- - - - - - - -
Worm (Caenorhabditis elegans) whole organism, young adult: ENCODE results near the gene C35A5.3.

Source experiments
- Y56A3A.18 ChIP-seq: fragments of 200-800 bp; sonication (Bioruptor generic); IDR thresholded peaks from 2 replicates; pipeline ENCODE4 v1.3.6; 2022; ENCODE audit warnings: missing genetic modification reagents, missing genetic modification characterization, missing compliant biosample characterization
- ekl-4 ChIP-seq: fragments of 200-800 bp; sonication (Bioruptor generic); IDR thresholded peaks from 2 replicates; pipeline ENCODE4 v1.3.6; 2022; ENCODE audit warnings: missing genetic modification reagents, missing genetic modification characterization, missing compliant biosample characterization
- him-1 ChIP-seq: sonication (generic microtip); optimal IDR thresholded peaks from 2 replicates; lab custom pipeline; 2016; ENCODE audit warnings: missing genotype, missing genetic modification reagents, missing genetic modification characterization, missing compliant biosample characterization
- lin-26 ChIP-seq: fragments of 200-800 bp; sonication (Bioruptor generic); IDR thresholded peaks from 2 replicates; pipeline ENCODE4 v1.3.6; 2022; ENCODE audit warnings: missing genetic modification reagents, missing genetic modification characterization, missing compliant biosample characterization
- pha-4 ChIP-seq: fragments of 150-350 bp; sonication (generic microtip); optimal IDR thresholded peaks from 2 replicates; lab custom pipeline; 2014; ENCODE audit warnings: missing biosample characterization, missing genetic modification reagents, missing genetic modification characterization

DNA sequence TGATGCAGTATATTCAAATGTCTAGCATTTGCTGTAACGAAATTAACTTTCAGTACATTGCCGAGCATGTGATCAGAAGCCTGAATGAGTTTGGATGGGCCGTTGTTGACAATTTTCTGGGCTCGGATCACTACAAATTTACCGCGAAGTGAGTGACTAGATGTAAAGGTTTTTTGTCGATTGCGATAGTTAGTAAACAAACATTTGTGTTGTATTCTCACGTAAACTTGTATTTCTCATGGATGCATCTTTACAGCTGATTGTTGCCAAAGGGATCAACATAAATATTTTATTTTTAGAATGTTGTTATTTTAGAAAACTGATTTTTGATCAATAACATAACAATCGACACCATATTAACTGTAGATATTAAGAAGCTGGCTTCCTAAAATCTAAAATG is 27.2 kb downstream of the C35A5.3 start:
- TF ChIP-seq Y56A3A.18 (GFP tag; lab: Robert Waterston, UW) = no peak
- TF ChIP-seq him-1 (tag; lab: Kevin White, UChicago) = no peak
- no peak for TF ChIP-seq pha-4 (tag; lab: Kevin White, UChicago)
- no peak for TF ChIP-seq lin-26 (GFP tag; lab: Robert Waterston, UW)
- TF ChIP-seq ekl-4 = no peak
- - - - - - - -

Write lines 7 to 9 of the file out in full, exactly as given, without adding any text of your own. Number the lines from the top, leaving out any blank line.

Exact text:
- pha-4 ChIP-seq: fragments of 150-350 bp; sonication (generic microtip); optimal IDR thresholded peaks from 2 replicates; lab custom pipeline; 2014; ENCODE audit warnings: missing biosample characterization, missing genetic modification reagents, missing genetic modification characterization

DNA sequence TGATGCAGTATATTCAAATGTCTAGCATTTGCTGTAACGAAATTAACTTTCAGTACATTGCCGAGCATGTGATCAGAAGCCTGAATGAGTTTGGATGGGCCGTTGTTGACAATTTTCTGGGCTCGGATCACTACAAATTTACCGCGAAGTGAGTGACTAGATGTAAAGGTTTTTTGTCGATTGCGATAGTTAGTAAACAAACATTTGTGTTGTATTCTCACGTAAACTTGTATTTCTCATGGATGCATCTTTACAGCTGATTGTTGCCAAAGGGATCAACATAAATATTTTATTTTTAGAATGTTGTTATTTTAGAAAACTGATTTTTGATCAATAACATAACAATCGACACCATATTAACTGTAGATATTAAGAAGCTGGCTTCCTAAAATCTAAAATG is 27.2 kb downstream of the C35A5.3 start:
- TF ChIP-seq Y56A3A.18 (GFP tag; lab: Robert Waterston, UW) = no peak